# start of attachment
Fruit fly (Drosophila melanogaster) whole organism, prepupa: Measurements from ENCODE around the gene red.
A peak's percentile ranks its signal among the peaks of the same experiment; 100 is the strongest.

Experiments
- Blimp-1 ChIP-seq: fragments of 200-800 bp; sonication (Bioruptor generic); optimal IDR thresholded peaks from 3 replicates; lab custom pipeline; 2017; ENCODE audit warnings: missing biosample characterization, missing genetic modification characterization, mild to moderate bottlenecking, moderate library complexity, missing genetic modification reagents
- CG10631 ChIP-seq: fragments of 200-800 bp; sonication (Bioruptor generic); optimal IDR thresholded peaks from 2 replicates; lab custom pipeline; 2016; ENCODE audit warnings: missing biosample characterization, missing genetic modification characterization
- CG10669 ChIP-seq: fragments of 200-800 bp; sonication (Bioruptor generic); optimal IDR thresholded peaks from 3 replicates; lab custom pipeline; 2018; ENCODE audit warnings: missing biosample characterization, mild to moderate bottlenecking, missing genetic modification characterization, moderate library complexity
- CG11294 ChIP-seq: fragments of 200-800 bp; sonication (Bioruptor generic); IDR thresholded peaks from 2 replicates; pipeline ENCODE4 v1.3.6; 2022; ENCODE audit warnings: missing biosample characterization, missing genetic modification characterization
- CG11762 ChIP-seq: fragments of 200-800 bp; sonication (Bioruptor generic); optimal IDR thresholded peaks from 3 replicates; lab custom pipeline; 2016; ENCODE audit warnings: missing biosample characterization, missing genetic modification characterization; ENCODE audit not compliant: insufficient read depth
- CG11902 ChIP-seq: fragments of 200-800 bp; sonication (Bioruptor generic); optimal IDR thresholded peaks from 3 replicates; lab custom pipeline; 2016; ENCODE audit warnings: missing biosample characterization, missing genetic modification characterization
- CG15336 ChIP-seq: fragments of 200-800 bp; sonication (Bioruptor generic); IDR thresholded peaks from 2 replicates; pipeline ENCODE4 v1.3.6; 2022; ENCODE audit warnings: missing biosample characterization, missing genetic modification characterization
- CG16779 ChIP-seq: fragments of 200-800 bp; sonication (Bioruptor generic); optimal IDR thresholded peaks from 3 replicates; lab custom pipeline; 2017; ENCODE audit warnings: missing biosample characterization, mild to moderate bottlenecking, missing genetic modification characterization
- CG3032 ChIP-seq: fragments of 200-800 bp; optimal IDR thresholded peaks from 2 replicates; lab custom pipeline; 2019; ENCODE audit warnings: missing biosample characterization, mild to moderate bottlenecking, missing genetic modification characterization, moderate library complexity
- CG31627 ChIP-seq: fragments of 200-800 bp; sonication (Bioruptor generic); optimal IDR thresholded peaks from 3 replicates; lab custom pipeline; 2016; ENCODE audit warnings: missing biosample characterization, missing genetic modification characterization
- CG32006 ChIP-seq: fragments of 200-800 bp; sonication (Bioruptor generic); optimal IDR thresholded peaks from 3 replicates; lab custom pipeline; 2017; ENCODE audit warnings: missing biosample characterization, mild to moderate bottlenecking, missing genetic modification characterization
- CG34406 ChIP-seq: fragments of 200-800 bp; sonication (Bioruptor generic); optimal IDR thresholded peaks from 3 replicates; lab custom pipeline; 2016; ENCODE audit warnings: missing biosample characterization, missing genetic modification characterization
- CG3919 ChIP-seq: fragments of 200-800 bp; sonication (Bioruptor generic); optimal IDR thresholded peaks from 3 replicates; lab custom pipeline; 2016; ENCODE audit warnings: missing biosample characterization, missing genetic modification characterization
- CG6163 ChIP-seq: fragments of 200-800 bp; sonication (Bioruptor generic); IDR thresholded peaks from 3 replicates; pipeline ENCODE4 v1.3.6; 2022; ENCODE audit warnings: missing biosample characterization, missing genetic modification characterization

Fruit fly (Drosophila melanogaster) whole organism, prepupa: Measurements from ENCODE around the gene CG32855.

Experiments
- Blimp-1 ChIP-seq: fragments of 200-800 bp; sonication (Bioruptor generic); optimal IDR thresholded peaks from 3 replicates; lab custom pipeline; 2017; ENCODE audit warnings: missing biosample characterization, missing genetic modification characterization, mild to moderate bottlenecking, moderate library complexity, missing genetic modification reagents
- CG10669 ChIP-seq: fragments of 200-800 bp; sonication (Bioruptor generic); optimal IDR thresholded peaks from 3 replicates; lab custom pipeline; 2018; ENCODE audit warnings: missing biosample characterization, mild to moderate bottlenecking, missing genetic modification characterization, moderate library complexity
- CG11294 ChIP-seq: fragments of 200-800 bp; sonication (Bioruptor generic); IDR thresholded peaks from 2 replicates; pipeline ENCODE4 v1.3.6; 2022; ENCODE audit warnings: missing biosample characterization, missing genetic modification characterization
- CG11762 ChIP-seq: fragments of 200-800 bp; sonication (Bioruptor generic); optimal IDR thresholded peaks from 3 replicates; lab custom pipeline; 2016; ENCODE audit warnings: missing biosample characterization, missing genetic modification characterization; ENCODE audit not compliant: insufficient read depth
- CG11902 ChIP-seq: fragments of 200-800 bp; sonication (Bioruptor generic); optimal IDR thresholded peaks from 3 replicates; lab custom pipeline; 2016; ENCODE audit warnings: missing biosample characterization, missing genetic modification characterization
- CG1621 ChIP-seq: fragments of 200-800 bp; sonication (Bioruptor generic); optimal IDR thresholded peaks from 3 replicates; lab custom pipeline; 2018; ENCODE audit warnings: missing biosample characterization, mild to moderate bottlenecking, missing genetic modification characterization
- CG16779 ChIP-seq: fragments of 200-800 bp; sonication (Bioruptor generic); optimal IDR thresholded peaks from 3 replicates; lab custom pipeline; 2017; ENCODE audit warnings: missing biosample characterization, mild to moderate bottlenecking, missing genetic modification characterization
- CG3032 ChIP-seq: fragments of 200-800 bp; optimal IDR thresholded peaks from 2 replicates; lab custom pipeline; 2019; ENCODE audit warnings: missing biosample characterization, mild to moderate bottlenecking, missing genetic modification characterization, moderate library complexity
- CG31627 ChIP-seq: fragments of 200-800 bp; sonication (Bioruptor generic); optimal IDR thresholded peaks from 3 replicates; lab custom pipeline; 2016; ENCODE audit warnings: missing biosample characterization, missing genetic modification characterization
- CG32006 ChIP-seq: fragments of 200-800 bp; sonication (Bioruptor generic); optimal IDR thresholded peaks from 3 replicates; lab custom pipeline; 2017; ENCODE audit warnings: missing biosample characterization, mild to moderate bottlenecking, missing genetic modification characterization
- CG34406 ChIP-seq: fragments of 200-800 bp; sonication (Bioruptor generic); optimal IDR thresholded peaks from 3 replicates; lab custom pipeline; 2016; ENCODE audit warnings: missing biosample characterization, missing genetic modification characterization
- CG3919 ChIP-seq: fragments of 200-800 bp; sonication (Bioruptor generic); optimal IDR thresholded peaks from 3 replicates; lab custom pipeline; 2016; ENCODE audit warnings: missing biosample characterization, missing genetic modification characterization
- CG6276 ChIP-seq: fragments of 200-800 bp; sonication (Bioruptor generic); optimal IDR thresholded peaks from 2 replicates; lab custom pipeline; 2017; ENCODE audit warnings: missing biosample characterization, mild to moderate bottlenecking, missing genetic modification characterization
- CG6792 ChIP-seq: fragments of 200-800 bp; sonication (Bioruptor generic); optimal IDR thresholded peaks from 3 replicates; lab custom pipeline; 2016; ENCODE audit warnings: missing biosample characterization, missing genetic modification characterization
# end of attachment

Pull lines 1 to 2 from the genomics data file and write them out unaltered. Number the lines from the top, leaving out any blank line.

Fruit fly (Drosophila melanogaster) whole organism, prepupa: Measurements from ENCODE around the gene red.
A peak's percentile ranks its signal among the peaks of the same experiment; 100 is the strongest.